Regeneration is shown in FIG. 4, e.g., the electrical shovel 100 may consume power, but will also have the ability to generate power and reapply that power to the electrical power system. In a brief overview, during times of decreased demand, an electrical energy storage unit control system 610 (as illustrated in FIG. 6) may store electrical energy in electrical energy storage units 510 (as illustrated in FIG. 5). When demand increases, the stored energy may be used to supplement the energy provided by the generator(s) to meet the increased demand.

If the electrical energy storage unit(s) 510 becomes fully charged, while the electric shovel 100 is using power from the generator, then the electrical energy storage unit control system 610 may redirect the power to a resistor(s) 614 (as illustrated in FIG. 6). The resistor(s) 614 is used to dissipate some of the excess energy in the system as thermal energy, or heat. The electrical energy storage unit control system 610 ensures that the electrical energy storage unit(s) 510 can efficiently absorb power and effectively apply the power within the system. In some implementations, the electrical energy storage unit control system 610 may direct power to the resistor(s) 614 only when necessary to ensure a stabilized system.

The instantaneous demands of the system can be met by using a generator capacity based upon peak power demand. The electrical energy storage unit control system 610 reduces the generator capacity and/or the amount of generators needed to stabilize/meet power demand, which lowers cost, noise and heat of the electrical power system.

As illustrated in FIG. 4, at 0 seconds, a dig cycle for the electrical shovel 100 begins. For example, the electric shovel 100 may be about to engage a bank to recover material. The generator may be idle at 0 seconds. In the illustrated embodiment, the generator 404 ramps up to meet the demand of the shovel 402 but does not have the capacity to meet the power demand as quickly as is required. To achieve the demanded power output while using a generator having a smaller capacity, the electrical energy storage unit control system 610 signals the electrical energy storage unit(s) 510 to discharge 406 and supplement the power supplied by the generator to meet the power demand of the machine. The electrical energy storage unit(s) 510 continue to supplement the power supplied by the generator until the generator output power level reaches the level of demand at approximately 5-6 seconds.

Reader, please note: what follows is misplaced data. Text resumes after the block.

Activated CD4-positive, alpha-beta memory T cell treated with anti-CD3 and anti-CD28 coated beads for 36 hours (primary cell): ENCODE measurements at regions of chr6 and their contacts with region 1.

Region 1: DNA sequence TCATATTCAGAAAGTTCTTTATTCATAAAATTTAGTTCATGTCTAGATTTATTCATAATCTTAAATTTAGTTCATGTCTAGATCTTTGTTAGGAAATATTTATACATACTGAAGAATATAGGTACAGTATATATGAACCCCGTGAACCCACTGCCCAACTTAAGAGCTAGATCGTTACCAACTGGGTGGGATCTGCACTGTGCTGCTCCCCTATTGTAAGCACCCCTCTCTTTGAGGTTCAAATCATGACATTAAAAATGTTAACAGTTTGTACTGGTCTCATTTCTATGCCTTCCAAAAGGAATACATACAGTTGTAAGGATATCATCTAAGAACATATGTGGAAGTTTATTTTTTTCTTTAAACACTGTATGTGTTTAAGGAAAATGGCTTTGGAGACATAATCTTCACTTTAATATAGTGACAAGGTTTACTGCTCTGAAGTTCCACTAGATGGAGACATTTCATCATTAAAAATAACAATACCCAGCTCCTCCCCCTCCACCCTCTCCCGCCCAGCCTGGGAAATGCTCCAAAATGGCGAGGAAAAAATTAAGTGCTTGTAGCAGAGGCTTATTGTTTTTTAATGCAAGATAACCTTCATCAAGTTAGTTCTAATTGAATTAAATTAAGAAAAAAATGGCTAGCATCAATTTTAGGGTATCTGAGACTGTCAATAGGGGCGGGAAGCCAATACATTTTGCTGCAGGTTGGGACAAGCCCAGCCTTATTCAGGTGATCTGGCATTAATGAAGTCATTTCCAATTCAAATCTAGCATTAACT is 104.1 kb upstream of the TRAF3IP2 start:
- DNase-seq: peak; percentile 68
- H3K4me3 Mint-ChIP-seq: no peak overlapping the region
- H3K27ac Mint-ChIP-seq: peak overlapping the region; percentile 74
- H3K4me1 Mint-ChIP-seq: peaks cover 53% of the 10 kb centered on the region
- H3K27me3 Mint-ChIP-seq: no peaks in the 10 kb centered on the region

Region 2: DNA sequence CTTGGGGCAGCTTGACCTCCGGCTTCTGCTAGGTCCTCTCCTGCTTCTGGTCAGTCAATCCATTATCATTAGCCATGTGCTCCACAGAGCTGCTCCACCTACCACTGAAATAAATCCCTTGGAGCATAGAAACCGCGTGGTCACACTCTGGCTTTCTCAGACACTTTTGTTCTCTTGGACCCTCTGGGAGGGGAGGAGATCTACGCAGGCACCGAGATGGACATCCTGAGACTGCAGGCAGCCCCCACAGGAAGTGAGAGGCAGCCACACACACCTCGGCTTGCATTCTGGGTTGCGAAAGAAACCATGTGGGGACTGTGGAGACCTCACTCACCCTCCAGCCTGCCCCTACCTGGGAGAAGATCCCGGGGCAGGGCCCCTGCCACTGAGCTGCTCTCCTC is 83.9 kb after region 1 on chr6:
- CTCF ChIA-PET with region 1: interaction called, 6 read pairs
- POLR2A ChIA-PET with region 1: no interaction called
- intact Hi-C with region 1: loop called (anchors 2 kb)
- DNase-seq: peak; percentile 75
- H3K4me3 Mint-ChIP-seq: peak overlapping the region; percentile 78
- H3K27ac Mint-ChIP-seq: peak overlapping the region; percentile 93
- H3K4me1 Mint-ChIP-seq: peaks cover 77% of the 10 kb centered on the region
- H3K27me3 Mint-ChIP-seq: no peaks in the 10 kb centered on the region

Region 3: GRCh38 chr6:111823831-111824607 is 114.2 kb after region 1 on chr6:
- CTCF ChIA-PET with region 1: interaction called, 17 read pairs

At 7-8 seconds, the electric shovel 100 disengages from the bank, pulls back, or performs another operation causing a decrease in the power demanded by the load. As the shovel demand 402 decreases, the generator power output 404 slowly ramps down. The generator power output ramps down more slowly than the sharp decrease in demand, generating more power than is needed by the shovel. The excess power is used to recharge the electrical energy storage unit(s) 510.

Between 8-14 seconds, the power demand 402 of the load increases gradually. The electric shovel 100 may be swinging the bucket to the position of a repository such as a truck that removes the material from the area and/or hoisting the dipper 112 up to a height to empty the material into the truck. During this time period, the generator supply 404 generally tracks the power demand 402, indicating that the generator is able to meet demand without supplemental power from the electrical energy storage unit(s) 510. During a small period of time around 9-10 seconds, demand momentarily spikes above a level that can be instantaneously met by the generator, and the electrical energy storage unit(s) 510 are discharged to provide the momentary power demand.

At 14 seconds, regeneration is shown in the form of the electrical energy storage unit control system recharging 408. The electric shovel 100 has stopped swinging and may be dipping the bucket to empty the material into a truck. At this moment (e.g., from approximately 14 seconds to 17 seconds), the motor of the shovel begins regenerating energy back into the electrical system (e.g., converting kenetic energy into electrical energy) as illustrated by the shovel demand 402 below zero. The energy regenerated into the electrical system is used to recharge the electrical energy storage unit(s) 510. Additionally, during the time period starting at 14 seconds, the generator begins to reduce power output as a result of the decreased demand until is reaches an idle level. From 14 seconds until approximately 18 seconds, the generator supply 404 remains greater than the demand, and the excess energy is also used to recharge electrical energy storage unit(s) 510. In some embodiments, if the energy regenerated by the load and the excess energy generated by the generator cause the charge level of the electrical energy storage unit(s) 510 to exceed a maximum charge level, the excess energy may be dissipated using a resistor(s) 614.

From 18 to 20 seconds, the dipper 112 may be lowered back to the ground in preparation for retrieving another bucket full of material or perform another operation associated with an increase in shovel demand 402. Again, the generator is able to meet the power demand of the load and no supplemental energy is required from the electrical energy storage unit(s) 510.